But I take issue that it would only be small number of hecs places. I did my masters in the USA, and I paid for that 100%, and borrowed more than 100% (including 2 years living costs) from citibank to pay it. My university (admittedly and ivy league with a decent endowment) was on the hook for that loan if I didn’t pay it back. I did pay it back in less than 2 years as I went into investment banking in NY – that’s a different story but the thesis is if that degree is worthwhile you should be able to borrow to pay for it. That is, it should be worth it. Plenty of degrees being pushed out by Aussie institutions are not.

    • People need worthless[0] degrees so they can get past the “must have a degree” filter necessary to find jobs.

      Fix the lack of jobs problem and the worthless degrees will take care of themselves.

      [0] Worthless in the sense of not being particularly important for the job, rather than just not being something you might think is important in general.

      • That filter does not apply to foreigners. 3rd world passport holders come here and claim to have a degree from the 3rd world and they are hired to do the whole gamut of jobs from fruit picker to fruit deliverer to fruit retailer to computer networker at the fruit company.

        Some foreign students here put “I have worked as an accountant in Dubai” on their resume (even if they have not worked as an accountant anywhere) and they are hired instead of Aussies.

        the lack of jobs

        You mean the lack of deporting foreign students so that Stagmal gets hired instead.

      • If a degree increases your earning capacity it isn’t worthless.

        My marketing professor used to say the harvard degree isn’t worth much, the admission slip from harvard (as they are quite selective) is the most valuable thing, it just so happens that most folks admitted to harvard go on to finish their degree.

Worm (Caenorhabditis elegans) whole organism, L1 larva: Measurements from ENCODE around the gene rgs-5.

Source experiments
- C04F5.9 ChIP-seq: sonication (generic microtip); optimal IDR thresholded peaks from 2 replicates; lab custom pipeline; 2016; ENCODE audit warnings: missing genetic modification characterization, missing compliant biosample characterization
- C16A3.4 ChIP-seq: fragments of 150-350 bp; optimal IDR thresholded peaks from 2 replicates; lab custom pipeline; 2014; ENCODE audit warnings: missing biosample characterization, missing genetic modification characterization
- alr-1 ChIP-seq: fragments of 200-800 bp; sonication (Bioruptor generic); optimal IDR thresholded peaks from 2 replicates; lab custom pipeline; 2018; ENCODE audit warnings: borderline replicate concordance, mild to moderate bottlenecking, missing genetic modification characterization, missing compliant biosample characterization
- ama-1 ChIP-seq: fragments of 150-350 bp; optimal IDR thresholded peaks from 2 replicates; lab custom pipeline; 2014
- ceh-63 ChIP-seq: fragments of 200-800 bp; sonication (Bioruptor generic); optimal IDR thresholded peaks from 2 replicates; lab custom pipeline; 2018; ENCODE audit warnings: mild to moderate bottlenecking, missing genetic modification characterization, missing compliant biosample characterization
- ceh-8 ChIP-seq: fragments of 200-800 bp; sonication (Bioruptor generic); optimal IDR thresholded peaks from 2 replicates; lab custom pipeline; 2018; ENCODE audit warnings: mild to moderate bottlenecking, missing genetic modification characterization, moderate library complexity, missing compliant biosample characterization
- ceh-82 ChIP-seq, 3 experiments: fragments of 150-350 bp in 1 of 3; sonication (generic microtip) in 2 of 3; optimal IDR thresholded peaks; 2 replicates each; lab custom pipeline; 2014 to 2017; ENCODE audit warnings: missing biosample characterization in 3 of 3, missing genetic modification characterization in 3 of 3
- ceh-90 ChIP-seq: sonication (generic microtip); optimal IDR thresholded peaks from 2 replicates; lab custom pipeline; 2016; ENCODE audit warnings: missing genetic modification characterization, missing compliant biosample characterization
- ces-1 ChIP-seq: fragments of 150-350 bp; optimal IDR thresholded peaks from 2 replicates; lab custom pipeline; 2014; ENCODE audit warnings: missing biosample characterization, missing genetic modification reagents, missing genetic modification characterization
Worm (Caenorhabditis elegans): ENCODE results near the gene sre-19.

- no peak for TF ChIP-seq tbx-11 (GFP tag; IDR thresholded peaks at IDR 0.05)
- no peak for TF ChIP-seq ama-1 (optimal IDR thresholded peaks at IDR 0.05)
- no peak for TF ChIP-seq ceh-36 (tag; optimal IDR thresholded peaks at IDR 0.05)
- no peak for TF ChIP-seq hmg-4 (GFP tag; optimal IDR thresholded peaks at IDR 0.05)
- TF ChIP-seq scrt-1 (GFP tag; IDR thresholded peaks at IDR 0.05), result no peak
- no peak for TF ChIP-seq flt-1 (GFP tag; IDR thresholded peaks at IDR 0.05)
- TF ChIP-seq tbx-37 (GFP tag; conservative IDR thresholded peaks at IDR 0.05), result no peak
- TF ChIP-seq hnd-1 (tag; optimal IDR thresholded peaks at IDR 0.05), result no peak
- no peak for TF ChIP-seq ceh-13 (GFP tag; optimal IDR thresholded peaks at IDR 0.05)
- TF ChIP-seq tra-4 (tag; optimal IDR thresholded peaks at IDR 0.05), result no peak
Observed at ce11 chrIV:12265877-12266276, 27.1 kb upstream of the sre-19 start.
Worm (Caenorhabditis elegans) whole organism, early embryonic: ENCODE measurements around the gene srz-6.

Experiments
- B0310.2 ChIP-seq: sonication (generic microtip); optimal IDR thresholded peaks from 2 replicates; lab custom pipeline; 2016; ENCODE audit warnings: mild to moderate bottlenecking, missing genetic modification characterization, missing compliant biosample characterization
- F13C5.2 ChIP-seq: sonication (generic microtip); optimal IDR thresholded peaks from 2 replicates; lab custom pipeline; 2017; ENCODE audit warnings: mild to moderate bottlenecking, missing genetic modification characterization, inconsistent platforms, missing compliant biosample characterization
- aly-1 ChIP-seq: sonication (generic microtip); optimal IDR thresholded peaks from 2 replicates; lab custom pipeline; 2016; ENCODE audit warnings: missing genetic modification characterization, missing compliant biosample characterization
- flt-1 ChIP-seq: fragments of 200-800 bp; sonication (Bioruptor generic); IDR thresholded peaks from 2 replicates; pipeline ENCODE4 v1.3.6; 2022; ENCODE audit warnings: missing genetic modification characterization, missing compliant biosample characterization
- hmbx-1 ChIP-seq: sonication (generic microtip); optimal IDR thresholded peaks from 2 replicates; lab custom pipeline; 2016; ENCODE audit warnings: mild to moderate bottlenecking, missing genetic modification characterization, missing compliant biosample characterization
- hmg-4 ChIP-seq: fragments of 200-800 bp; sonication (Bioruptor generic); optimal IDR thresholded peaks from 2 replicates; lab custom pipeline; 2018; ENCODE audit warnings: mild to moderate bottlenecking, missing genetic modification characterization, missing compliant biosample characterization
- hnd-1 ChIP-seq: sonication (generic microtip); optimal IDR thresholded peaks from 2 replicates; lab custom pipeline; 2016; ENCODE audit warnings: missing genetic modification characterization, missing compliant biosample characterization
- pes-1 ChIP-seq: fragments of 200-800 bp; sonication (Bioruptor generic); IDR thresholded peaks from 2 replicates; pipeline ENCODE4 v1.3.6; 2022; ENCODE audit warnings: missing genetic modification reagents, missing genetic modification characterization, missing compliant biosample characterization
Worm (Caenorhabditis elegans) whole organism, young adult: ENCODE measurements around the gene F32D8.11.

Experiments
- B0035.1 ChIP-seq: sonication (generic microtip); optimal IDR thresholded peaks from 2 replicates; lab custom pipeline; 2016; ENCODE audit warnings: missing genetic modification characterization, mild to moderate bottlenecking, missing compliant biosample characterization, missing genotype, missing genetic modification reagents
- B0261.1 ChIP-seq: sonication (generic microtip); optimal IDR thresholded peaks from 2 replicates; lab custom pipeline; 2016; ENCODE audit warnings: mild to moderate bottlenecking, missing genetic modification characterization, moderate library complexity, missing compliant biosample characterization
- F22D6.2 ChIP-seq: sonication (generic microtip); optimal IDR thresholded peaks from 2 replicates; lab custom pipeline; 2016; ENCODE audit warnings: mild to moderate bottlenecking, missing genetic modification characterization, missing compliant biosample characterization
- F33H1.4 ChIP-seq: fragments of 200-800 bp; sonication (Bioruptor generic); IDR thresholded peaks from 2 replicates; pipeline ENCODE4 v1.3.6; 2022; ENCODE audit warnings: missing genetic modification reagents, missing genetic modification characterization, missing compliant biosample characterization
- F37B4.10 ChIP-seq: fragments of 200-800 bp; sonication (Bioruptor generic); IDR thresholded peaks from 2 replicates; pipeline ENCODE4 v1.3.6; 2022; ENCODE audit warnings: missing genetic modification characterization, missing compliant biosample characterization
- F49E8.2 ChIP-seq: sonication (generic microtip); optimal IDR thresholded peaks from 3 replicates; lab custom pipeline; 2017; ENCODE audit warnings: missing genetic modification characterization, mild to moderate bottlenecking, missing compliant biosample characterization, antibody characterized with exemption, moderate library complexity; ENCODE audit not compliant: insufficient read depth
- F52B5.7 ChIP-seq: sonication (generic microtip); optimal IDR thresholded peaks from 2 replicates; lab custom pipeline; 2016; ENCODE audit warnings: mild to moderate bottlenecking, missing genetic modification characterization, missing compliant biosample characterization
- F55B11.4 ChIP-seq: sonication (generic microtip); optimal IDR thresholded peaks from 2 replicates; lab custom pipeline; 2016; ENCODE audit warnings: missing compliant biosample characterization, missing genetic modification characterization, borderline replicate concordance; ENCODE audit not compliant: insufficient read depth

Folks will gladly hand over their hard earned (or borrow from a bank at even commercial rates) if the degree is viewed as useful. My proposal would I hope force universities to be a little more circumspect in their offerings, forcing them to critically evaluate what students (& future employers) get out of a degree. The lack of skin in the game (see Nicolas Taleb) is a factor that weakens any system. And it sums up the australian university sector (see above for my comparison with the US system, or the US system as it was when I studied there 15 years ago).

  2. For a generation that enjoyed the highest improvements in the standard of living, the baby boomers have done their utmost to make it worse for younger people. Truly despicable.

    • You are mostly blaming ordinary people who don’t own an investment property, only (at best) a modest house that they bought when they were going cheap, and have had very little say in anything. At the same time, you are giving a free pass to a great many of the politicians and their mega-rich backers, who are guilty as sin, simply because they aren’t baby boomers. Gen X + Gen Y are now in the majority both in Parliament and in the electorate as a whole. Scott Morrison and Bill Shorten both belong to Gen X. If it is all down to the baby boomers, why aren’t we seeing any real reforms, now that the virtuous younger people are in charge? This makes sense from a class perspective, however. The politicians mostly have big property portfolios and the same class interests as their predecessors.